Using a mouthwash containing fluoride can also help prevent tooth decay. LISTERINE® Total Care mouthwash and LISTERINE® Smart Rinse mouthwash contain fluoride to help strengthen enamel.


Flossing or using an interdental brush at least once a day will help keep your teeth and gums healthy. Flossing reaches in between your teeth where regular brushing might not, helping to get rid of more food debris.

Change your snacks

Try to snack only a limited number of times a day, and when you do, aim to include foods that are good for the teeth. Whenever you eat food or drink liquid other than water, this allows bacteria to create acid that wears away tooth enamel. Try to avoid processed sugary foods such as sweets, dried fruit, and fizzy drinks. Limit the amount of acid that breaks down your teeth by limiting snack time to a few times a day.

If you’re concerned about the health of your gums, try to brush and rinse with LISTERINE® mouthwashes twice daily. When these tools are not available, try to at least rinse your mouth out with water after eating.

Stop smoking

Smoking can impede saliva production, which helps to keep your teeth clean. It can also contribute to gum disease, sensitive teeth, and other oral health issues.

Treat persistent dry mouth

Dry mouth can contribute to tooth decay, as saliva helps to keep the teeth clean and healthy. If you have dry mouth, it’s important to treat the cause to maintain healthy teeth and gums and minimise the risk of tooth decay.

Which dental treatments help stop tooth decay?

There are ways to prevent existing tooth decay from getting worse. Depending on what stage your tooth decay has reached, the treatment may require the help of a dentist or medical professional. Although stopping tooth decay from progressing can be effective, prevention is the best approach. It’s important to see your dentist regularly so they can identify any problems early on.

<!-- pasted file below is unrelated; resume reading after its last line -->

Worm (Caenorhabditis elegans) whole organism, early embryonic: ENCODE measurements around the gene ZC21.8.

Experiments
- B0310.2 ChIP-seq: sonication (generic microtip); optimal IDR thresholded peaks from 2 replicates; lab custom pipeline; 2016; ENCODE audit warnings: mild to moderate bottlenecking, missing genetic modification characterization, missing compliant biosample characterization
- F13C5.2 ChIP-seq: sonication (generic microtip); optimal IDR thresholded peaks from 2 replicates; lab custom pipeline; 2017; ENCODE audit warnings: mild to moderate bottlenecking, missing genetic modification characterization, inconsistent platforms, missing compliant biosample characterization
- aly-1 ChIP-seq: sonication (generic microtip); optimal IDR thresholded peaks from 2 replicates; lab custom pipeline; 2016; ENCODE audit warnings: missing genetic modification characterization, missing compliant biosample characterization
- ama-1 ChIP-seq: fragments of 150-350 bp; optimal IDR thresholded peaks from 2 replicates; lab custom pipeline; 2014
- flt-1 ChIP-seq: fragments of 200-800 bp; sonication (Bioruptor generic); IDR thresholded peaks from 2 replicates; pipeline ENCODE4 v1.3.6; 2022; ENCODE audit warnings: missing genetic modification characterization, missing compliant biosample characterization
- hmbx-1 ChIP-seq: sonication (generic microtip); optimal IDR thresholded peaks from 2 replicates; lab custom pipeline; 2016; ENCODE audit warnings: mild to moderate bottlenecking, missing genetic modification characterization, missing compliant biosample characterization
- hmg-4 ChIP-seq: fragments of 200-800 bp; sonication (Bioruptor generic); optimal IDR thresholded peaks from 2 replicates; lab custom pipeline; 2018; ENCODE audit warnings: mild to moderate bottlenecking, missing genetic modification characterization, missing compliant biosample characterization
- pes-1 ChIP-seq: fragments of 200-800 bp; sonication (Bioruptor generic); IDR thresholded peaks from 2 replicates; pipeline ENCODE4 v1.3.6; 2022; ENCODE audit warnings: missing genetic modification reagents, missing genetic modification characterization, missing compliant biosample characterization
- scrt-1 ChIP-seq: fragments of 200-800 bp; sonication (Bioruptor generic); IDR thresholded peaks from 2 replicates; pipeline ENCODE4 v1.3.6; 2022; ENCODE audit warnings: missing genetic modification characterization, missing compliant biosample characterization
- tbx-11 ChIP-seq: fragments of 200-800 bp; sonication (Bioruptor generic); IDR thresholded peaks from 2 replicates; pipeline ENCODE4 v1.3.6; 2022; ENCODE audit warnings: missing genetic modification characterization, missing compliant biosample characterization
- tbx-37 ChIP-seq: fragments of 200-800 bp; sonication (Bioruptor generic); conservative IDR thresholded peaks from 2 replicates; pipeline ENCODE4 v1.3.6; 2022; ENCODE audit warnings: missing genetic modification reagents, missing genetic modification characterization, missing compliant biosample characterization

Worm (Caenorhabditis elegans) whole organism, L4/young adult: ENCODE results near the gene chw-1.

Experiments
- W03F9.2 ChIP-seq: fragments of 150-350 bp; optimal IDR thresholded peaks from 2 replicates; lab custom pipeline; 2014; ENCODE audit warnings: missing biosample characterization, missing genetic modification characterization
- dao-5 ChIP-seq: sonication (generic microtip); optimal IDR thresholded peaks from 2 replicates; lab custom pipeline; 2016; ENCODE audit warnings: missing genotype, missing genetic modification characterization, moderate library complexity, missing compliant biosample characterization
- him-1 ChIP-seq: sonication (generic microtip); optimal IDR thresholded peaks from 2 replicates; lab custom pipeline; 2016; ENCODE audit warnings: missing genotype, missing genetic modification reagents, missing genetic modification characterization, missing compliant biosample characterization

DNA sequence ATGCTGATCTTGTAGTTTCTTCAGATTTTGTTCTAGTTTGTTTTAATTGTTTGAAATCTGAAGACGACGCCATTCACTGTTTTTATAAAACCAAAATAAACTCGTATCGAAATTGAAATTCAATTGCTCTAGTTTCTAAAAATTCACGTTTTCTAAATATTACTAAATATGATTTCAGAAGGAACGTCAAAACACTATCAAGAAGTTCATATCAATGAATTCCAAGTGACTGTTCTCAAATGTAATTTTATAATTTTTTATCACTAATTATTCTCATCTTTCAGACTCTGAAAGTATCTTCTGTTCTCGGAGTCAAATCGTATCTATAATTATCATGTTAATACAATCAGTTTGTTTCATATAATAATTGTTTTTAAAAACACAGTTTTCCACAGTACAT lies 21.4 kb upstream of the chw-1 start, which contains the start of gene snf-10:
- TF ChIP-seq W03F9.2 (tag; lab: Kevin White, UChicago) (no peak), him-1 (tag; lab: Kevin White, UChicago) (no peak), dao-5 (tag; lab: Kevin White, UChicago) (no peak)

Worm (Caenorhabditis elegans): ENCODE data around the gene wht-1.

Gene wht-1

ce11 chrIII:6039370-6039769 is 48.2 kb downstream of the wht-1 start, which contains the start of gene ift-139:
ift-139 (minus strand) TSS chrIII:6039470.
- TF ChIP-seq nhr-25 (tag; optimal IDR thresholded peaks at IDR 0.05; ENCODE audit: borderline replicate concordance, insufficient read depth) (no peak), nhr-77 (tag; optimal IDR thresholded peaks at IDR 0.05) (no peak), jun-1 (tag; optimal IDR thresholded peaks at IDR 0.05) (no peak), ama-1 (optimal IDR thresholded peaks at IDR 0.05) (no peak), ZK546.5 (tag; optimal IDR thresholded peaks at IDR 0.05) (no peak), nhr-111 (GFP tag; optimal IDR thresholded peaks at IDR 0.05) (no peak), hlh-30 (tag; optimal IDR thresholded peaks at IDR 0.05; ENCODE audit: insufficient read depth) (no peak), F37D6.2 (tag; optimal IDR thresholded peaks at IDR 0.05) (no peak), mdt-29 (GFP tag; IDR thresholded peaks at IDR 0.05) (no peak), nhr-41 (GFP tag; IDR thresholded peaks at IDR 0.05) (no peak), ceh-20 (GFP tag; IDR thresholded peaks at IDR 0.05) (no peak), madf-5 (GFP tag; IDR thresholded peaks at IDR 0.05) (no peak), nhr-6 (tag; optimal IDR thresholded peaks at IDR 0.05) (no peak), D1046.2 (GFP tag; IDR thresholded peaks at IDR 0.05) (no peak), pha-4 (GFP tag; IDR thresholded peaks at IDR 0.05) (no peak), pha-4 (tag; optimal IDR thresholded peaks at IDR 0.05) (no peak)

Here are some ways to stop tooth decay from getting worse:

Fluoride gel

In stage one of tooth decay, your dentist may notice increased sensitivity or white spots on your teeth from demineralisation. They may advise you to eat less sugary food and drink and reduce snacking. They might apply fluoride gel, varnish, or paste to the teeth at this stage to help strengthen the enamel.

Fillings and crowns

Stage two and three of tooth decay can usually be treated with fillings or crowns. This involves numbing the mouth with local anaesthetic. They will then remove the decayed area of the tooth and fill the hole or cap the tooth with amalgam, porcelain, silver alloy, or gold.

Root canal treatment

When tooth decay reaches stage four or five, your dentist may need to perform root canal treatment. This procedure removes the decayed pulp, nerves, and blood vessels from inside the tooth and fills it with a sealing material. Root canals are often topped with a crown.

Tooth removal

If tooth decay has badly damaged the tooth beyond repair, it may have to be removed. Your dentist might be able to insert an implant, bridge, or partial denture to replace the lost tooth.